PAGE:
Monday, August 4, 2008


In the early summer of 1991, Jerry and I moved to Istanbul when he was hired as a consultant to a Turkish-American partnership that hoped to set up a pre-fab building company outside the the city. We had done a bit of traveling in Europe and the middle-east, but neither of us had a clue as to what we were going to find in Turkey.

Once there, and after a few exploratory drives in the countryside around Istanbul, we decided to limit all of our free time to discovering Turkey, rather than to fly off to Italy, Greece or other European destinations that we hadn't yet seen. It was the best decision we could have made.

We were able to join several local groups who had tours that were much more detailed than the usual tourist tours. One of the tour groups was made up of the wives of Consular employees, and I was often invited to go along with them. It was on one such tour, to the Black Sea Coast, that I took this picture.

The Black Sea coastal area is lush and humid and totally unlike any other area in Turkey. All the towns are fairly small, and there are many, many little villages scattered over the hillsides and in the valleys. It also is a place were both tea and hazelnuts are grown.

On one of our day's jaunts, we headed up into the hills in our small tour bus and quite unintentially ended up in the front yard of this family. The men in this family were all down the hill in the town of Tonya where they had their jobs. The women were most interested to see who was coming to visit. Our guide explained to them that we were some American ladies who lived in Istanbul and were visiting the Black Sea area. At one point he turned to us and said, "They don't know what America is. They do not have televisions or newspapers."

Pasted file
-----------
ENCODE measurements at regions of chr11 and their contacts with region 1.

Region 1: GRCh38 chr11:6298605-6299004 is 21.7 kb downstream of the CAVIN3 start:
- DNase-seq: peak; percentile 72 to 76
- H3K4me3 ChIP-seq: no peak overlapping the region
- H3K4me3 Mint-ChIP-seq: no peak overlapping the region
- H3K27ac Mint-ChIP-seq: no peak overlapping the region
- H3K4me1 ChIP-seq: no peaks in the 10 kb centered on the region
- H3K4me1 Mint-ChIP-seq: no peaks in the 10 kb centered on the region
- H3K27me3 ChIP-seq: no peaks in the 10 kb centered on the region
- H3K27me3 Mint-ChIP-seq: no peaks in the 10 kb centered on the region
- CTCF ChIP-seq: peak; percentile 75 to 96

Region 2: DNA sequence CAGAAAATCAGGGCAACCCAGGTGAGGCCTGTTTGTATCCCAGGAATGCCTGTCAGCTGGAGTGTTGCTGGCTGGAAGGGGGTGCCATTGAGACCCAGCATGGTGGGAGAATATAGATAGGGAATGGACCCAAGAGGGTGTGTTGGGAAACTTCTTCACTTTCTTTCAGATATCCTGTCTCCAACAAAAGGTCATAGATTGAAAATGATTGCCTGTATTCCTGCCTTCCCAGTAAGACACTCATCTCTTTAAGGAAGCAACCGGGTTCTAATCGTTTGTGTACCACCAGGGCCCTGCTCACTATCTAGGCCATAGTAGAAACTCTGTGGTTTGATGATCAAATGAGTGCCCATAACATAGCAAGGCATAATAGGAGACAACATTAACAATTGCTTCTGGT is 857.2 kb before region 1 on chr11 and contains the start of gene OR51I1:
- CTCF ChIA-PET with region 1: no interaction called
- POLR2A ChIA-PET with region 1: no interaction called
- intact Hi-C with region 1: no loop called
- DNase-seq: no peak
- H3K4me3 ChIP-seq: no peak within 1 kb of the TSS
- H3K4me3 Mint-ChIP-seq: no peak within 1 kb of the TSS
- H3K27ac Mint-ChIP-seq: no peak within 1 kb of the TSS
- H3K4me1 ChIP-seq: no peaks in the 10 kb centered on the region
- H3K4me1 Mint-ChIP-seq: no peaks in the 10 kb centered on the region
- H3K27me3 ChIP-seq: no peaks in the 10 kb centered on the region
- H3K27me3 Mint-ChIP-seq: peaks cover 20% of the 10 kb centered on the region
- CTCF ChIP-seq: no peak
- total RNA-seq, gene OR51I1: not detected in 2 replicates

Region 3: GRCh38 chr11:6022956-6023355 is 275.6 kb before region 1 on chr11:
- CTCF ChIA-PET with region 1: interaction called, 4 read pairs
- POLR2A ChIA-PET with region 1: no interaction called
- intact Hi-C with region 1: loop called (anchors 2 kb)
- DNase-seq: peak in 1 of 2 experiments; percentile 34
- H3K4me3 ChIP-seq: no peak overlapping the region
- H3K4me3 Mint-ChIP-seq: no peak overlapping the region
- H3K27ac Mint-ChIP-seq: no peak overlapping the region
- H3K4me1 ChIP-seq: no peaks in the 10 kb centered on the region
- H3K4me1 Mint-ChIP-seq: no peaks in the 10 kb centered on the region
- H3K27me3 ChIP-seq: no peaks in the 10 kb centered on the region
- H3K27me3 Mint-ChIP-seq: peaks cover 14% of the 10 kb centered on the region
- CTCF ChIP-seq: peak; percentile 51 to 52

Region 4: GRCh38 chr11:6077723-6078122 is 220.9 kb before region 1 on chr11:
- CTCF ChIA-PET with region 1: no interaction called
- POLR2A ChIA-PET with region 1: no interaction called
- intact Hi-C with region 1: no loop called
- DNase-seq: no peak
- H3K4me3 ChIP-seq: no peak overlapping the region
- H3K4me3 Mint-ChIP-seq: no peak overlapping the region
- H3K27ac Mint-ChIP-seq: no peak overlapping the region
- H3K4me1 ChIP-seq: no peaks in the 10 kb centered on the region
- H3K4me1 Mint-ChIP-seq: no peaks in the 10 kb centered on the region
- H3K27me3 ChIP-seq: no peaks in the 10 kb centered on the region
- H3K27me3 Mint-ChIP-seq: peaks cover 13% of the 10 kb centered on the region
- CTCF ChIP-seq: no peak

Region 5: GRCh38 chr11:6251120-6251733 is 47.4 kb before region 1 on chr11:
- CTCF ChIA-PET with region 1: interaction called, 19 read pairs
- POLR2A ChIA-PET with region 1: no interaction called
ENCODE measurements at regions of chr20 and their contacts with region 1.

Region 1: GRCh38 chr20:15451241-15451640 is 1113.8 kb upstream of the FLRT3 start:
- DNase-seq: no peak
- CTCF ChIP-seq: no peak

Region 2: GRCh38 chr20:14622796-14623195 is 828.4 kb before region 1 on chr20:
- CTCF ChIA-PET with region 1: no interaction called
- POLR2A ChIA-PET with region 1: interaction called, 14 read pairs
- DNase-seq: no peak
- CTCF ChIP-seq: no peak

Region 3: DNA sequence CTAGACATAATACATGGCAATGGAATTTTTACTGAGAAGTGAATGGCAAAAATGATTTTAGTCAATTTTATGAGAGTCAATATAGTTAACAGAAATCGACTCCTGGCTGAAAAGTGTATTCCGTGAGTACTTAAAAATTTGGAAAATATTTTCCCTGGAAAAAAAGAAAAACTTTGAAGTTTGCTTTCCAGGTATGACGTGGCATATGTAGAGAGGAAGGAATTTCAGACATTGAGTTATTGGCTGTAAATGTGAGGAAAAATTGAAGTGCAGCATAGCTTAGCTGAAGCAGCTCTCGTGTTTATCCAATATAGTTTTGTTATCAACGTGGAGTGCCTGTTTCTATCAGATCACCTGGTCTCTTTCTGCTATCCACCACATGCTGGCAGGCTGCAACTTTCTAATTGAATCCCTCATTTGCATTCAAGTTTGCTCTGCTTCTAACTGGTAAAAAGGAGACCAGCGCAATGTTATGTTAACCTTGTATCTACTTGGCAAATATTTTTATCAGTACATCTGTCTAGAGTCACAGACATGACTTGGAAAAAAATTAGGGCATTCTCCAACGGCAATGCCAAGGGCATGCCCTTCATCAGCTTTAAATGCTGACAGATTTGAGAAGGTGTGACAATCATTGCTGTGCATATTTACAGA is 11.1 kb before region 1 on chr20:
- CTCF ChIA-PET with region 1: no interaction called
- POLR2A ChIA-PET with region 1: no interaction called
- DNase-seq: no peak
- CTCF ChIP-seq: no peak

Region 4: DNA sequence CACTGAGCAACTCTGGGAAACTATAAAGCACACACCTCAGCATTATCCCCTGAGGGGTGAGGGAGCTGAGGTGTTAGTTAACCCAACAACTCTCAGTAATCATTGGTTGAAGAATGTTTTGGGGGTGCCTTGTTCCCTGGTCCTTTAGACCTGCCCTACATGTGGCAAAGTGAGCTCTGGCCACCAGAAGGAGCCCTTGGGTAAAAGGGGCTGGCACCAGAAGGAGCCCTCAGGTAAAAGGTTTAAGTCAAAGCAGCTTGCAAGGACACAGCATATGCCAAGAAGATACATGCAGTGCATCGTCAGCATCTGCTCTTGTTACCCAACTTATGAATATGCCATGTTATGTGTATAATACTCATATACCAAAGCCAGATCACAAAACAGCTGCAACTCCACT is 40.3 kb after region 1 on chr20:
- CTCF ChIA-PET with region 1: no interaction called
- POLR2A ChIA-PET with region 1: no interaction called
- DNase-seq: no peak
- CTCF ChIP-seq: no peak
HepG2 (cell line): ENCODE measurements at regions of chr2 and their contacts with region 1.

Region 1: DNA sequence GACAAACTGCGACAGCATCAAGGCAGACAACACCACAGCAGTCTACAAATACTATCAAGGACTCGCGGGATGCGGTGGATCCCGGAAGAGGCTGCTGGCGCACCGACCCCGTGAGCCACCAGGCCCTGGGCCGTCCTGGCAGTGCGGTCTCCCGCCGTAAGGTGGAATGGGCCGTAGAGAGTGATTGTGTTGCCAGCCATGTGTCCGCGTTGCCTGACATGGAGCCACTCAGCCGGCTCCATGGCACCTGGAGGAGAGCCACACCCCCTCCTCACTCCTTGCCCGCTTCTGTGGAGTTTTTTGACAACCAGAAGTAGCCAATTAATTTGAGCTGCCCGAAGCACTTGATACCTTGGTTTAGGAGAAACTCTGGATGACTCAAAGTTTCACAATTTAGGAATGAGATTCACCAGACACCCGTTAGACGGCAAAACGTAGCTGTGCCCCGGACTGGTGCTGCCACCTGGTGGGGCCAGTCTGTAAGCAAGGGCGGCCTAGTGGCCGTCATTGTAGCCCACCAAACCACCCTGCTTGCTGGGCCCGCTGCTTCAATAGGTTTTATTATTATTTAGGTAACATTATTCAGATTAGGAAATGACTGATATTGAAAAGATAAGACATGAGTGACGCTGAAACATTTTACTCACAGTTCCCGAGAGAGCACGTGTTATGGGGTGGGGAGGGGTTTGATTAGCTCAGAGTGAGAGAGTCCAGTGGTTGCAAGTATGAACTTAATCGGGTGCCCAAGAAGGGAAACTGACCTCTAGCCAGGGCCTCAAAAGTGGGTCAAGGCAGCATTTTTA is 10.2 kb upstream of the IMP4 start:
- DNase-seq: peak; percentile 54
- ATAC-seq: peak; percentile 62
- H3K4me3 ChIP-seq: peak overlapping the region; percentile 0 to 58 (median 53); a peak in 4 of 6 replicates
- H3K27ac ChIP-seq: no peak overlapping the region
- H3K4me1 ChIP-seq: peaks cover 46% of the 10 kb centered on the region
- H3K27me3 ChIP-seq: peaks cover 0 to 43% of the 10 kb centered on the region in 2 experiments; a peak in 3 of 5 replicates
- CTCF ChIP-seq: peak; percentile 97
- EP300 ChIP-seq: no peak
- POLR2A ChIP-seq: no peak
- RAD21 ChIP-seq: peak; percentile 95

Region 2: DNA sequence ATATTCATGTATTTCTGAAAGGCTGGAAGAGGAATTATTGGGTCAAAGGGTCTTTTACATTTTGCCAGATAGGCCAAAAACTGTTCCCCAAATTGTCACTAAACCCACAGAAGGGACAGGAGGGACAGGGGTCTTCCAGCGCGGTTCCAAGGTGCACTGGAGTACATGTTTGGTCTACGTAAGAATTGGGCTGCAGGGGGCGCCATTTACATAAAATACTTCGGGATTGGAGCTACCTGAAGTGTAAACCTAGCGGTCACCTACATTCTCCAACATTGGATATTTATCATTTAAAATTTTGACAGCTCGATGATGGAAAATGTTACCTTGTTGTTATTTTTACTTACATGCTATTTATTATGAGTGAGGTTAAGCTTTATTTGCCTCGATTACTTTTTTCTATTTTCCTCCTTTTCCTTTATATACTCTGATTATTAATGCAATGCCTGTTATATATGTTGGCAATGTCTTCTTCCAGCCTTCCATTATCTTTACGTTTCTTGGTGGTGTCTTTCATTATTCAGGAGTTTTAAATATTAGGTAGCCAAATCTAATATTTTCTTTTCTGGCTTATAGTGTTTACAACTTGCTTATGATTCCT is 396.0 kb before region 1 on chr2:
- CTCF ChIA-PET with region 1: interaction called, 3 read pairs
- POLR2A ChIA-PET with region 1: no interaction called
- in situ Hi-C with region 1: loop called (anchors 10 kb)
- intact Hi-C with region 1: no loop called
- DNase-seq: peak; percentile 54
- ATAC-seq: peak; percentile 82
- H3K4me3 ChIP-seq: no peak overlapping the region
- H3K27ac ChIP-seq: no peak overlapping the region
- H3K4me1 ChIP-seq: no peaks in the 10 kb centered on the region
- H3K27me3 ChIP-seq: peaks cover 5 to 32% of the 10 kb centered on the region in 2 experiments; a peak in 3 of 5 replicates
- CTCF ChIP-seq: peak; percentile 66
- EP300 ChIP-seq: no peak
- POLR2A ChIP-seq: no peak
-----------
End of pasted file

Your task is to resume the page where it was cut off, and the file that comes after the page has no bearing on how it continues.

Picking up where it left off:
In this picture, the old bent-over lady is 90 and her sister next to her 87. The 87 year old's daughter is holding a scarf. She has a daughter of her own standing next to her and the 4th and 5th generation - the young woman and her baby - are at her side. The aprons they are wearing are traditional for this area and are woven locally.

Shortly the oldest woman went in the house and sat at an open window to watch what we were doing. Soon this lady beckoned me to come to her, which I did and she began talking to me in Turkish. I looked for the guide to translate for me but of course he wasn't to be found, so all I could do was listen. When she finished, I took hold of her hand through the open window and said in essence that I was sorry I couldn't understand what she was saying but I knew that she and I would always have something to say to each other because we were wives and mothers and sisters and there was a common bond between us transcended the need for a common language. I told her that I would always remember this wonderful and touching time with her, and I kissed her hand. Tears rolled down her face and they rolled down mine as well.

After we left and got on the bus, the guide came up to me and said the little lady called him over and told me she had a nice talk with you and sends you her love. This is the kind of friendship we found at every point in Turkey, and it validated our desire to focus on this most unusual and special of near-east Countries.

1 comment:

Stacey said...

Grandma...that is a very touching and amazing story. Love is a language that is understood in any language. :o)